Mum says daughter with learning disabilities should have been given Covid vaccine 'urgently'

  • Video report by ITV Wales reporter Ian Lang

The mother of a woman with severe learning disabilities says people like her daughter should have been "urgently" prioritised for a Covid vaccine.

Mo Robinson, from Mold in Flintshire, says a vaccine would not only protect the physical health of people like her daughter Amy, but also improve their current quality of life.

Figures show people with a learning disability are up to six times more likely to die of coronavirus.

Amy, 27, has a number of health conditions, including profound multiple learning disabilities. She lives in a specialist bungalow alongside another resident, supported by a team of eight carers.

Before the pandemic hit, Mo used to have Amy home to stay for a night every 10-14 days, but since March she has only been able to have her daughter home a handful of times.

Amy is now virtually housebound, because her learning disabilities mean she is unable to wear a mask or socially distance in line with Covid regulations.

Mo said: "She may be 27, but developmentally she's probably a baby. She has no understanding at all of what [the pandemic] is.

"Because she can't go out, I've noticed her becoming more withdrawn and agitated. She self-harms; biting her hand in frustration and drawing blood. It's worrying and frustrating.

"I also feel like if she caught Covid, she could die. She's non-verbal so can't tell people what's wrong, and she wouldn't tolerate wearing an oxygen mask or having treatment."

Mo Robinson says she has fought for her daughter for 27 years. Credit: Robinson family

Mo said she wants her daughter vaccinated "urgently" but has still not been given a date. She believes Amy and others with learning disabilities have been "forgotten".

"Amy doesn't have a voice. A lot of adults with learning disabilities don't have a voice," she said.

"But I'll keep campaigning. If anything happened to Amy, I couldn't live with myself if I hadn't fought for her."

Mo, who cared for Amy at home with her husband and son for 20 years, said this is among the hardest battles she has ever taken on for her daughter.

"I've fought for her for 27 years," she said.

"Getting the right equipment, resources - it's been a nightmare.

"But this... this is something that I can't control."

Mo Robinson says she believes her daughter should have been vaccinated sooner.

Currently, people who have a 'severe or profound learning disability' have been placed in priority group six for a vaccine.

This group includes all individuals aged 16 years to 64 years with underlying health conditions, which put them at higher risk of serious disease and mortality.

But due to the risks, many believe those with a serious learning disability should have been among the first to be vaccinated.

Priority group six does also not include people with a mild or moderate learning disability, who are instead being vaccinated based on age along with the rest of the healthy population.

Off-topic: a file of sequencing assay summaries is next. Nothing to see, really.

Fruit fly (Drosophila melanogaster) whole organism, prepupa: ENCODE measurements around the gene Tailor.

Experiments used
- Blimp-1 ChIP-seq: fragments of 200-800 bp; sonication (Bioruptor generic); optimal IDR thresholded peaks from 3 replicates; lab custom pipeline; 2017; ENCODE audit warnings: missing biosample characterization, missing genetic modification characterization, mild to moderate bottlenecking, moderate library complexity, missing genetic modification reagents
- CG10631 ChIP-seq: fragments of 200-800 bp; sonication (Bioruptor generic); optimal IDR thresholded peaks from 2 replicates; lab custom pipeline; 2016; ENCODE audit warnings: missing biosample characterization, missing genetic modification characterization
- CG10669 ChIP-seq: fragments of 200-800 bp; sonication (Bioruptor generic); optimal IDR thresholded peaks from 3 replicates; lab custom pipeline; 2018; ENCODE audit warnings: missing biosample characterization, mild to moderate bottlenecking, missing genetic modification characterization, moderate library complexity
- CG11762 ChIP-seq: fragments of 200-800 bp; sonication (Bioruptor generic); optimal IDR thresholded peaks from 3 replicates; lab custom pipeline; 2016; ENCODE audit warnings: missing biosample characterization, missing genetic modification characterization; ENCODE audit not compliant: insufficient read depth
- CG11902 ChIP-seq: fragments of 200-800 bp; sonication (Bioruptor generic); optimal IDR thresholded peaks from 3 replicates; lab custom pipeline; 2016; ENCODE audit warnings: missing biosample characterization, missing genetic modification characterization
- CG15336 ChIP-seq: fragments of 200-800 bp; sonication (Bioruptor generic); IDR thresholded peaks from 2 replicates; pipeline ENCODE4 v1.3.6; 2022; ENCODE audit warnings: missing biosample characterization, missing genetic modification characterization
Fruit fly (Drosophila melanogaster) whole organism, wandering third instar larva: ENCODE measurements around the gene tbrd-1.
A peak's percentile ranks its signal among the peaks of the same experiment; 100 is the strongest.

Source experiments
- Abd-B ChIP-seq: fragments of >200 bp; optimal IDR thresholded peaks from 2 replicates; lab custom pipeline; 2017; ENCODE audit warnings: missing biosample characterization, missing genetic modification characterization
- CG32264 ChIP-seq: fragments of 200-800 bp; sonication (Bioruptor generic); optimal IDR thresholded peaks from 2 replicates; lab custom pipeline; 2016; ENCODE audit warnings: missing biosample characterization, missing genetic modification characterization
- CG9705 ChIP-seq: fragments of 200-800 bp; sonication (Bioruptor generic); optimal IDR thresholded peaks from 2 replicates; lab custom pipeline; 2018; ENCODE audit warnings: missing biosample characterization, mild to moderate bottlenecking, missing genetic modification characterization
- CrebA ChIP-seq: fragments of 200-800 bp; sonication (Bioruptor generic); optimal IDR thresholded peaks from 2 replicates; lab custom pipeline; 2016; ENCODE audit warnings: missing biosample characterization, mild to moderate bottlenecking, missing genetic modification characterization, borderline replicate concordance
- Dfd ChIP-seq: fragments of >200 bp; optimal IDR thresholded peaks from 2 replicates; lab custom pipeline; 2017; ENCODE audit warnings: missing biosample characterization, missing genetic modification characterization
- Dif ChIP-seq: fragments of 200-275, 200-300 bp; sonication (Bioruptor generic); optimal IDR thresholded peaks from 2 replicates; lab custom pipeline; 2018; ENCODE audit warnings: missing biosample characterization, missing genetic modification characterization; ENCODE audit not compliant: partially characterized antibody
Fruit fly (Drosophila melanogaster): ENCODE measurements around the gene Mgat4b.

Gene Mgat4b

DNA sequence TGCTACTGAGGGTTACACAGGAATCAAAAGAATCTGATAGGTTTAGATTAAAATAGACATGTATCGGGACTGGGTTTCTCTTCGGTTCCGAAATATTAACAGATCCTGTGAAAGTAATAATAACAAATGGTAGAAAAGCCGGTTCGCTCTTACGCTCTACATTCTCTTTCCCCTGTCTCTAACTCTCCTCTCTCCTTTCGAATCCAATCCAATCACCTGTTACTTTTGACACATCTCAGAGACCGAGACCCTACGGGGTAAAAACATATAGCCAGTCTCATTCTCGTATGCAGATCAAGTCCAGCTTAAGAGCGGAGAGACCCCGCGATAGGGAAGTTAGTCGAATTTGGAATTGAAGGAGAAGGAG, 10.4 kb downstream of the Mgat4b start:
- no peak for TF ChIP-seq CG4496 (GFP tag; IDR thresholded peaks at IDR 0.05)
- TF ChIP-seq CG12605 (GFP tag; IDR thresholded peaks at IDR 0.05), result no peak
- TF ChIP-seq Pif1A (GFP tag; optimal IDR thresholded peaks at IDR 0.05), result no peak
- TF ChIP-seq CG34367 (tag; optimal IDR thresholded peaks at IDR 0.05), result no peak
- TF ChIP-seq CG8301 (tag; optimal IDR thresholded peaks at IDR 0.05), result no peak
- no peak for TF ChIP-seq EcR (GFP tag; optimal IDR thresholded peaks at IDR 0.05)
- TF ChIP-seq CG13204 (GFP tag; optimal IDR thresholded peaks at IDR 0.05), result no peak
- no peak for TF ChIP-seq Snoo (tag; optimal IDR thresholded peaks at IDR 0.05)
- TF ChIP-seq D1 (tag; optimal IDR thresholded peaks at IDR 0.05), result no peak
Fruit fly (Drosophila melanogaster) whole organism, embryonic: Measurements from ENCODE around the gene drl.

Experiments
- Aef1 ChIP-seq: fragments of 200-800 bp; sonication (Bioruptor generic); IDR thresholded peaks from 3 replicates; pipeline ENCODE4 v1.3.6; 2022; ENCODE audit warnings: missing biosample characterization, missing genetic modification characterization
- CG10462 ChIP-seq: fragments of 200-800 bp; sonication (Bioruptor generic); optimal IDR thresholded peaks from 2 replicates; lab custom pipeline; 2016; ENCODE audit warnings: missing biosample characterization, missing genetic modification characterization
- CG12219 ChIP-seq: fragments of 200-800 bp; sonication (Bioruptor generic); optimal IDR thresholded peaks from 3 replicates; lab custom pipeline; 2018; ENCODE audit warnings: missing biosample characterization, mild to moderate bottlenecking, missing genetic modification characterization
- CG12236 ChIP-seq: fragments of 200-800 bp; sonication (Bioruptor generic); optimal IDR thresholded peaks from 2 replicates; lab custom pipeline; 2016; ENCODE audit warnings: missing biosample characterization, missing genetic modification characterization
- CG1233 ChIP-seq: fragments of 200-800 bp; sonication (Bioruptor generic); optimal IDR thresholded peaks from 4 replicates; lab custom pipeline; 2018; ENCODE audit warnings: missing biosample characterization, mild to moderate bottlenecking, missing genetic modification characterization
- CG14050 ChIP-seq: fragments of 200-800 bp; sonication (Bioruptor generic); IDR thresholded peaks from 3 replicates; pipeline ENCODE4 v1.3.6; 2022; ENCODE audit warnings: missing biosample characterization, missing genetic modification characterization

The organisation Mencap has campaigned for people who live in residential and supported living to be prioritised for a vaccine.

They have pointed out that the risks are higher within shared living accommodation, where people share kitchen, bathroom and living room facilities, and containing the spread is harder.

A spokesperson for Mencap said: "We believe the evidence shows they should have been included in priority group one, alongside older people living in care homes.

"Prioritising people with a learning disability would have saved many families a great deal of worry."

Mo says Amy's mental health has suffered as a result of lockdown. Credit: Robinson family

The issue of Covid vaccines for people with learning disabilities made headlines last week after a high profile radio DJ spoke out about her family's own experiences.

Jo Whiley said she cannot understand why she was offered the Covid vaccine before her younger sister, who has learning disabilities and diabetes.

Whiley said she was "living through a nightmare" after her sister Frances, 53, suffered a coronavirus outbreak at her care home, adding that the effect on her sister's mental health had been “quite extreme”.

She later confirmed Frances had contracted the virus and spoke of the family's "anguish".

Jo Whiley was offered the Covid vaccine before her sister, who has diabetes and learning difficulties. Credit: PA Images

This week, health minister Vaughan Gething said he is taking advice on making people with learning disabilities a higher priority for a vaccine.

A Welsh Government spokesperson said: “The Joint Committee on Vaccination and Immunisation recommended that people with severe and profound learning disability should be vaccinated in the current priority group (six).

"That language is rarely used in Wales, where we use a social model of disability, and our preference is for inclusion over exclusion for this group of the population to ensure no one is missed or left behind.

“People have already started to receive invitations for a vaccine, including those living in supported accommodation. Others will do so over the weeks ahead.”

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